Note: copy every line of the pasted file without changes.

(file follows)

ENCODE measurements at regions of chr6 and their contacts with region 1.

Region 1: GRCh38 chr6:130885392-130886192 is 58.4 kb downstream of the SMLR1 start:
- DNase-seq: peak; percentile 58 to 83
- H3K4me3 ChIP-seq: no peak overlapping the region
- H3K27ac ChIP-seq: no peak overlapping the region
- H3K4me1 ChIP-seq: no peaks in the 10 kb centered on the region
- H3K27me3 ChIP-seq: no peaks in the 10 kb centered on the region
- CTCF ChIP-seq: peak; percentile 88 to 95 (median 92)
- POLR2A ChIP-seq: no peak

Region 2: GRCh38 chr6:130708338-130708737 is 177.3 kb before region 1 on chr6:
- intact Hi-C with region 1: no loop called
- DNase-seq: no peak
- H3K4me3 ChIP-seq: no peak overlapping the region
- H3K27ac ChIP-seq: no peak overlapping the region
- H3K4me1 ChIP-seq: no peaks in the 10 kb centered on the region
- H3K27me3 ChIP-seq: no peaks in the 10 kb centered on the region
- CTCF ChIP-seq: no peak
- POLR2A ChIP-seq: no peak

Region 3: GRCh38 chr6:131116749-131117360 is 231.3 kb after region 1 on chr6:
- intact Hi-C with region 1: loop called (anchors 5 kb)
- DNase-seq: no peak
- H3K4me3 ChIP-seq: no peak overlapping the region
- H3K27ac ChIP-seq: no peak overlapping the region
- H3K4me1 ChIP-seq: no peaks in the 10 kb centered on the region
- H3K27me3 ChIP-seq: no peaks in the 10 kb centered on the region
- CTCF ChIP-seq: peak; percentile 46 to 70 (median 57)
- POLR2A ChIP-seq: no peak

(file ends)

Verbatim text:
ENCODE measurements at regions of chr6 and their contacts with region 1.

Region 1: GRCh38 chr6:130885392-130886192 is 58.4 kb downstream of the SMLR1 start:
- DNase-seq: peak; percentile 58 to 83
- H3K4me3 ChIP-seq: no peak overlapping the region
- H3K27ac ChIP-seq: no peak overlapping the region
- H3K4me1 ChIP-seq: no peaks in the 10 kb centered on the region
- H3K27me3 ChIP-seq: no peaks in the 10 kb centered on the region
- CTCF ChIP-seq: peak; percentile 88 to 95 (median 92)
- POLR2A ChIP-seq: no peak

Region 2: GRCh38 chr6:130708338-130708737 is 177.3 kb before region 1 on chr6:
- intact Hi-C with region 1: no loop called
- DNase-seq: no peak
- H3K4me3 ChIP-seq: no peak overlapping the region
- H3K27ac ChIP-seq: no peak overlapping the region
- H3K4me1 ChIP-seq: no peaks in the 10 kb centered on the region
- H3K27me3 ChIP-seq: no peaks in the 10 kb centered on the region
- CTCF ChIP-seq: no peak
- POLR2A ChIP-seq: no peak

Region 3: GRCh38 chr6:131116749-131117360 is 231.3 kb after region 1 on chr6:
- intact Hi-C with region 1: loop called (anchors 5 kb)
- DNase-seq: no peak
- H3K4me3 ChIP-seq: no peak overlapping the region
- H3K27ac ChIP-seq: no peak overlapping the region
- H3K4me1 ChIP-seq: no peaks in the 10 kb centered on the region
- H3K27me3 ChIP-seq: no peaks in the 10 kb centered on the region
- CTCF ChIP-seq: peak; percentile 46 to 70 (median 57)
- POLR2A ChIP-seq: no peak